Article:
In 2021, I became an ambassador for a charity called ‘Outside In’ who help disabled artists. They run training courses, events, workshops and support sessions. We share our art in online meetings too, which is great fun. I’ve been helping them network with other organisations and art establishments, and I promote the amazing work they do. No matter who you are or where you’re from, please check them out.

I am currently focussed on painting on recycled materials such as wood, bark, stone and even old tiles. These pieces are part of what I call the ‘Driftwood Collection’ {to which the above piece belongs}. I want to continue raising awareness of climate change and engage with a wider audience. I would also like to do more to expose discrimination against disabled people, whenever and wherever it occurs.

I believe that art plays an important role in society, especially for the wellbeing of disabled people. I have faced boundaries, sometimes even hostilities, but have been lucky enough to express myself creatively and share my talent with the rest of the world. I want to encourage others to express themselves, no matter the issues they may be facing.

People sometimes overlook important statements made by artists or they look at art but fail to realise the context. It is my belief that we need to talk more about difficult topics and inspire change. There has been a huge push globally for diversity in the art world and I think this is fantastic. I would love to see the same for disabled artists, political artists and artists who are actively trying to source recycled materials or lessen their impact on the environment.

The pandemic focused my mind and made me realise what’s important in life – the world we live in and family and friends. With their help and encouragement, I revamped my studio, did more positive things on social media and showcased my art via online galleries.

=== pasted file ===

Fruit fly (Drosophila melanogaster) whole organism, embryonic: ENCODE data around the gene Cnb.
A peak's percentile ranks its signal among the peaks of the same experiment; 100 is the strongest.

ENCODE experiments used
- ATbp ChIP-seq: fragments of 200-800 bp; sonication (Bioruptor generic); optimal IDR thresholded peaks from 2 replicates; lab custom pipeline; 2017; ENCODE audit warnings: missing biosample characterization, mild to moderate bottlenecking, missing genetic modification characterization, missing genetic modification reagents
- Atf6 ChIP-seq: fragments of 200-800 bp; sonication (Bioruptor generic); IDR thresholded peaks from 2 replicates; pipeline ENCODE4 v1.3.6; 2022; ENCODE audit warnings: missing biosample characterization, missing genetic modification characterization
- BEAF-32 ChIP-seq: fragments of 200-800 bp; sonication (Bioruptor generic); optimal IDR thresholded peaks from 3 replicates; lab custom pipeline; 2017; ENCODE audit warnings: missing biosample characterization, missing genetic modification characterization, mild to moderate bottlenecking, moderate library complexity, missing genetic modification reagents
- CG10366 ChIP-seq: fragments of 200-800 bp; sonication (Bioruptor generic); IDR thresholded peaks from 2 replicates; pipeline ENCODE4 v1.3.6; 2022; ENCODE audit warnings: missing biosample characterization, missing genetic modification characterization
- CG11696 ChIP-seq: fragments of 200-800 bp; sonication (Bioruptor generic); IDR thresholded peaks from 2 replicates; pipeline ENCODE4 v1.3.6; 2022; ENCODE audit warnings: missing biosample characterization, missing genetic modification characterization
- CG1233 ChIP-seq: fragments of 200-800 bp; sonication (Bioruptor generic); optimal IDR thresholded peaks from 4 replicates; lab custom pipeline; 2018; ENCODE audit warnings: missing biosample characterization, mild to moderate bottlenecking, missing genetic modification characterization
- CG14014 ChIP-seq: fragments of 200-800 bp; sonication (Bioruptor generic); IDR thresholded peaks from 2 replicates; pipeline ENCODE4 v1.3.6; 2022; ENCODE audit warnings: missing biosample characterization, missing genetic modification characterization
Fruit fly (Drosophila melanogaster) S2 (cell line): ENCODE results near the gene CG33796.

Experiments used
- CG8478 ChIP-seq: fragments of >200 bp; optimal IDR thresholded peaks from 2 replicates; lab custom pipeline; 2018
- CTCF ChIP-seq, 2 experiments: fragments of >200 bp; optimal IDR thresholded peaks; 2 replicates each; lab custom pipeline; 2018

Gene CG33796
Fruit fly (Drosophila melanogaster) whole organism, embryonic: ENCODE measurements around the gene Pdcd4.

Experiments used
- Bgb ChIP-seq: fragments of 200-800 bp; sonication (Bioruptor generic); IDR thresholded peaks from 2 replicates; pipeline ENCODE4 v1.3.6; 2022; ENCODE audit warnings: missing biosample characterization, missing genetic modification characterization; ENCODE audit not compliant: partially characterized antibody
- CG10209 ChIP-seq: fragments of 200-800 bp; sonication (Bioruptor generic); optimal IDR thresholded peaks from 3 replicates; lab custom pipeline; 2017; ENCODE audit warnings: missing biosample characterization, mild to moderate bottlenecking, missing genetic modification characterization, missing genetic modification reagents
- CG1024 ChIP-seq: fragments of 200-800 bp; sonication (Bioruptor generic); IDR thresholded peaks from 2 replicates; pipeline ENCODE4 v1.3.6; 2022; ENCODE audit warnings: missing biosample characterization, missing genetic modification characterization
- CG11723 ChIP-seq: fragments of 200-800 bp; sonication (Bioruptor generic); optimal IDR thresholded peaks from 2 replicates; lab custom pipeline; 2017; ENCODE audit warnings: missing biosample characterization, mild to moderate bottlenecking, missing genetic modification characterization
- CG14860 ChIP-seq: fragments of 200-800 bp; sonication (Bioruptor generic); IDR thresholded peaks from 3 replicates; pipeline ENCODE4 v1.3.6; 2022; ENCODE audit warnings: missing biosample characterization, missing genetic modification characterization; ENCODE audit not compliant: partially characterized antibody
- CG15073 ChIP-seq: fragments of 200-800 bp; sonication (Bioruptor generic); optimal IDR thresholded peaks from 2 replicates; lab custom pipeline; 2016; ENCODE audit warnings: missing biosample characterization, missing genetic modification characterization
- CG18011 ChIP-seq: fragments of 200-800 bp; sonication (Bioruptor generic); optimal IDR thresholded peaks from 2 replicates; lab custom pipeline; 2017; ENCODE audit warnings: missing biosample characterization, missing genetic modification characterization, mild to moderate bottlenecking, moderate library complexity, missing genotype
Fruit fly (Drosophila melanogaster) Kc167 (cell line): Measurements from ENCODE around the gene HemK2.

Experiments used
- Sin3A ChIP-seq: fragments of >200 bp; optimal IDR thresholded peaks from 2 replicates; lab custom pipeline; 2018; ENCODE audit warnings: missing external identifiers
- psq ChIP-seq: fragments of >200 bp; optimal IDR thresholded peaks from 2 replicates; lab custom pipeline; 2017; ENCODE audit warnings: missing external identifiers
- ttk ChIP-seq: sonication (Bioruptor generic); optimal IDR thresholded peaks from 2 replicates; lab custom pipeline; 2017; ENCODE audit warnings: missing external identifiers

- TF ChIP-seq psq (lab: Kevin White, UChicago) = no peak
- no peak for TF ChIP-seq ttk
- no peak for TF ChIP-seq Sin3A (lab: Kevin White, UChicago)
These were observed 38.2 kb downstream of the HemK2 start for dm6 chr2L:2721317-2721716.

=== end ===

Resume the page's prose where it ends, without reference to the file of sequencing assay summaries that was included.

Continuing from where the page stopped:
Mark’s Top 8 Tips for artists, and anyone in general:

  1. Enjoy – Most importantly, enjoy creating art.
  2. Simplicity – Keep things as simple as possible.
  3. Individuality – Be an individual, listen to others and believe in yourself.
  4. Inspiration – Take ideas and inspiration from other artists. Visit as many galleries as you can. Travel if you are ever able to. Respect your fellow artists. Look beyond a canvas and ask yourself what an artist may have been thinking when they were producing their work.
  5. Networking – Remember, networking is important. I regularly share art across my social media platforms. LinkedIn is great and I have a large following.
  6. Support – Try to get as much support as possible – don’t be shy. Research different charities that might help you. Be inspired, be creative and most importantly, simply do what you can, even if the steps you take are very small.
  7. Technology – Technology can really help. For example, text to speech services, audiobooks and more can make life easier and inspiration more accessible.
  8. Encouragement – Think to yourself: ‘I have a unique perspective and an important message to send.’ Everyone does.


To find out more about Mark and his work, find him on LinkedIn.

To learn more about autism and mental health, click here.

To learn more about research into Autism, click here.